Is it better to repair your old appliance or buy something new?
Fixing it CAN be more expensive than a new one, but "they" sure don't make appliances like they did in your Mom's day. Shiral Tobin has advice on how to make those mechanical helpers work without breaking your bank.
Who doesn't like the look of a brand new appliance. But the bottom line is they cost about the same as they did 15 or so years ago. That's because they are made more cheaply. So get an estimate before you commit either way. Here's some other tips:
* Think used. You can buy a newly rebuilt appliance that could last you for years for half the price of new at places like B-Line in Vancouver. (they'll also take your old appliance for recycling FOR FREE.
* What's a scratch or a dent going to hurt? You can buy new at a 40-60% discount for appliances that have been cosmetically damaged along the way at places like New Country Appliances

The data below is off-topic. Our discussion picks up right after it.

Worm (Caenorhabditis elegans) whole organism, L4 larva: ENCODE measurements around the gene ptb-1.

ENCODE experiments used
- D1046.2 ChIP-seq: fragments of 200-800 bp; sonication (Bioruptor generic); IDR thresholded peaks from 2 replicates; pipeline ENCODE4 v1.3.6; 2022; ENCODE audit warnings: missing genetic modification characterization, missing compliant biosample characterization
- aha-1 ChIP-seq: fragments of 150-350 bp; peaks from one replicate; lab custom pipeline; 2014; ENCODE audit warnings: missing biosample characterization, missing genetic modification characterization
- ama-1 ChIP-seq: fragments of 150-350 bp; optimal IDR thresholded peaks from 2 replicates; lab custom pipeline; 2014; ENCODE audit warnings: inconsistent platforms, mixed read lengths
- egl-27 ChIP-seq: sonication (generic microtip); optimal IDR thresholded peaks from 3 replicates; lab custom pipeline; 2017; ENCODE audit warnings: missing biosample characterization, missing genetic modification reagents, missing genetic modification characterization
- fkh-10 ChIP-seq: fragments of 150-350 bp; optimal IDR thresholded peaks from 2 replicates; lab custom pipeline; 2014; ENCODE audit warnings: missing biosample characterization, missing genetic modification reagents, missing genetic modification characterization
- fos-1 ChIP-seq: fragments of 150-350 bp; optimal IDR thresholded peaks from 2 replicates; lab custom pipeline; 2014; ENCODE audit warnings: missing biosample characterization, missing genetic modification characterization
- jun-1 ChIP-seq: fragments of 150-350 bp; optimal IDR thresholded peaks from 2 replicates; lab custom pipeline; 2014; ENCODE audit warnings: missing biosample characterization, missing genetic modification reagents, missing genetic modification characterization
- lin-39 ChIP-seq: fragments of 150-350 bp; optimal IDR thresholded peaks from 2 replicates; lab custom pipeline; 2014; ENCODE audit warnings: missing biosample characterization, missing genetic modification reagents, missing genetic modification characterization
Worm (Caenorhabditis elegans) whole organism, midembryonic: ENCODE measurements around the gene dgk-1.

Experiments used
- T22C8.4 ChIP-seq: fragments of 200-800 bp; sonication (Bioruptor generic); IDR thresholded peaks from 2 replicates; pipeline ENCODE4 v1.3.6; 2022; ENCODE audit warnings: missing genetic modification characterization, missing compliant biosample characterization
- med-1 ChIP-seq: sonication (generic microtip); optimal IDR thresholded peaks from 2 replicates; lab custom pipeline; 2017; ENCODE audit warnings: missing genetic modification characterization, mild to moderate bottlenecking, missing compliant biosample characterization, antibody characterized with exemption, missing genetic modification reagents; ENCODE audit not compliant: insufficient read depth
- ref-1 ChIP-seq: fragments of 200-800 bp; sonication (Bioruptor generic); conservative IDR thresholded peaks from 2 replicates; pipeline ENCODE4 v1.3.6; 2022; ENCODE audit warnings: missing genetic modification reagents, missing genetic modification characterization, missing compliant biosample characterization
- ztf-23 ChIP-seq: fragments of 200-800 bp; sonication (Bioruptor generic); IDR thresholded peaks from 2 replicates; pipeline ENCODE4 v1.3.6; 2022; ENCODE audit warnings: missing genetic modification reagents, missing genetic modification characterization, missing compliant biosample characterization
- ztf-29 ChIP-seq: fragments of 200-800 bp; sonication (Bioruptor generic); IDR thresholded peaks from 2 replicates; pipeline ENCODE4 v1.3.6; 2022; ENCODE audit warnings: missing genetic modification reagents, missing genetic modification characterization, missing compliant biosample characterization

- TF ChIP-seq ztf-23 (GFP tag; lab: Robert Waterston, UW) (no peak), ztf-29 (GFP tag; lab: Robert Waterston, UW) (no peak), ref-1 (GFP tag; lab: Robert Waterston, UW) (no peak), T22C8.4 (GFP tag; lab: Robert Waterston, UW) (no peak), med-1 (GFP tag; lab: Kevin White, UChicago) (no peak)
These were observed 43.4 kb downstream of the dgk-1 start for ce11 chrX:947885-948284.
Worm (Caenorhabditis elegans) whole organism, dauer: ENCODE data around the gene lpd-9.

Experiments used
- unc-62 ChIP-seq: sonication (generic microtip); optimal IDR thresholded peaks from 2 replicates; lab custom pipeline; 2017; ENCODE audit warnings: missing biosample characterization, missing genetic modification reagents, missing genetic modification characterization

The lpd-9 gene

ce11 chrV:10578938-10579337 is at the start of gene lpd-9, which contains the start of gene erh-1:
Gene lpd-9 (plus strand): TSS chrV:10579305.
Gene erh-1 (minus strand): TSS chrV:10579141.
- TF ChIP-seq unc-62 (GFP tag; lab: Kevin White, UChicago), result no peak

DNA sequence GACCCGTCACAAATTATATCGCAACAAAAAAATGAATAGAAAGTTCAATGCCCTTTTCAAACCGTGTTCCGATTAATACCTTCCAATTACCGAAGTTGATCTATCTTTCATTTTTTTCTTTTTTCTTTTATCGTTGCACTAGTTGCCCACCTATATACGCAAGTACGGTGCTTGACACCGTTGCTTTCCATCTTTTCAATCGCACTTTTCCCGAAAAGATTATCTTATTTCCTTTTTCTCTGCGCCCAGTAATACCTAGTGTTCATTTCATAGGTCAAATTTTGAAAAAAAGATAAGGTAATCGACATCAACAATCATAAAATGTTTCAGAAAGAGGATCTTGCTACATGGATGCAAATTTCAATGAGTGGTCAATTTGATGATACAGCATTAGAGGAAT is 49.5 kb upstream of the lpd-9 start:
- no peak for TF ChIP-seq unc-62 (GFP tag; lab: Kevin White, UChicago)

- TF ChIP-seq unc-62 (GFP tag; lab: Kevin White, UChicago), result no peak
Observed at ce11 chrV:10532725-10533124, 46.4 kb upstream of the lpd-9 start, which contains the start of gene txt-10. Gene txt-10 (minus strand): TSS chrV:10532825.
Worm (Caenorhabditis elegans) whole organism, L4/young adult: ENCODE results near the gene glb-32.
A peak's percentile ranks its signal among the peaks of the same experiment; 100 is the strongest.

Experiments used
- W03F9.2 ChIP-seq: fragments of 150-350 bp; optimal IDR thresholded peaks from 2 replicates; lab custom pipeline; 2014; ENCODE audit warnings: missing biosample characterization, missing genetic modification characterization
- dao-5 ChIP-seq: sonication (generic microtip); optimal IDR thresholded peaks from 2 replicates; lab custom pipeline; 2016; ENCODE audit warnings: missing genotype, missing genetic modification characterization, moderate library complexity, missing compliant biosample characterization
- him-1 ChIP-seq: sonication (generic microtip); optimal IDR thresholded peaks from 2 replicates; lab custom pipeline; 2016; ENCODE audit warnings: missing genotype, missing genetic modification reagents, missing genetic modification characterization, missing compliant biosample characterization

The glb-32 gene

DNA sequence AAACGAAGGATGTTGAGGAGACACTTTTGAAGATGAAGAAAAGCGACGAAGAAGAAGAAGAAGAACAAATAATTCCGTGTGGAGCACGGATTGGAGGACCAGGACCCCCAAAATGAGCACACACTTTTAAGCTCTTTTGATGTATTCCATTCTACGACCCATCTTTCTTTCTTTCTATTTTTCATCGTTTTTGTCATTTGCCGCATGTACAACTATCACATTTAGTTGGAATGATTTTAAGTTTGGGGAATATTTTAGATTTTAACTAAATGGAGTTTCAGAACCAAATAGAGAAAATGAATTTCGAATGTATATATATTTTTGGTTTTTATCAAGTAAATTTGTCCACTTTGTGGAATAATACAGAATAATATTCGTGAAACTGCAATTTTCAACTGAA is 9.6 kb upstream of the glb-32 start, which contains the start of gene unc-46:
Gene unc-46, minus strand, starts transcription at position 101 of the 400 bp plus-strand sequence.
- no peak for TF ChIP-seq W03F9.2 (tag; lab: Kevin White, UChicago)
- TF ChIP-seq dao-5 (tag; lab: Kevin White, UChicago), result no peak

* Before committing to a hefty repair bill, why not try fixing it yourself? There is plenty of help on line from people like British James who posts easy to follow videos on line.
* New appliances will only last about 8 years these days, so before you think of ditching that old faithful appliance for something shiny and new, think again. And good luck.